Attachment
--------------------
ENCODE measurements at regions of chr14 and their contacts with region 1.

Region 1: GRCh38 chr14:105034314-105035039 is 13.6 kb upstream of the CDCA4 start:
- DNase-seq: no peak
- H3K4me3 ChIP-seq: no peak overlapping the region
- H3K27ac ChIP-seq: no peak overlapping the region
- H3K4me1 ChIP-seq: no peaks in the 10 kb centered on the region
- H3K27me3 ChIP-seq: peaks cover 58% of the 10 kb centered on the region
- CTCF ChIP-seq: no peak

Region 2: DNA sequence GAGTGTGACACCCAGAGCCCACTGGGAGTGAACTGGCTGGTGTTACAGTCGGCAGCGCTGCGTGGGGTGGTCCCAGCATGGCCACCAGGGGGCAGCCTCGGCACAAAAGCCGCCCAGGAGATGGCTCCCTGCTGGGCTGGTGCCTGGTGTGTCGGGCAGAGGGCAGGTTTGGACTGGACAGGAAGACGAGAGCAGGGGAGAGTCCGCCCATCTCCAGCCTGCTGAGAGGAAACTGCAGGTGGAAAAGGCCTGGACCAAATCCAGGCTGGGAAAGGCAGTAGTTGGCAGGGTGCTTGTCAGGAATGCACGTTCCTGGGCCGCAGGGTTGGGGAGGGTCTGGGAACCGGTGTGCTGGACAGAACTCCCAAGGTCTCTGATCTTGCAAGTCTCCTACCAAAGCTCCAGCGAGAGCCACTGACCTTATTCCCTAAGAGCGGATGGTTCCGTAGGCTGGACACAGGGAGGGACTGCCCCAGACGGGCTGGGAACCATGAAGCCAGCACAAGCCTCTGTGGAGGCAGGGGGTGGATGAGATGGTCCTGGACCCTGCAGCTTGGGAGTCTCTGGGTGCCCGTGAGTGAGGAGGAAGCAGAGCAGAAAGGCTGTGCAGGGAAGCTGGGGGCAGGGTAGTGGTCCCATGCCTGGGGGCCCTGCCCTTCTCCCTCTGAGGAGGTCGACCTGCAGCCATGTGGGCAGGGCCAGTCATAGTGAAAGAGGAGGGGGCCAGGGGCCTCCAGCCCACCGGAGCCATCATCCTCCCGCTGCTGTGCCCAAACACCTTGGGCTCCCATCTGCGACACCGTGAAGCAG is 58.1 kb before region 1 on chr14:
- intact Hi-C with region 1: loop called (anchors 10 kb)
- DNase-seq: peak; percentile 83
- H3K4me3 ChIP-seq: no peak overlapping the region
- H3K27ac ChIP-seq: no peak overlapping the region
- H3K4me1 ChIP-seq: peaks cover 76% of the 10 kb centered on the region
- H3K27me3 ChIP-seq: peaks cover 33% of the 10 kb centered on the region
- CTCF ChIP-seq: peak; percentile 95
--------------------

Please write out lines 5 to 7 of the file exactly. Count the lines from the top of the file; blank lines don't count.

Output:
- H3K27ac ChIP-seq: no peak overlapping the region
- H3K4me1 ChIP-seq: no peaks in the 10 kb centered on the region
- H3K27me3 ChIP-seq: peaks cover 58% of the 10 kb centered on the region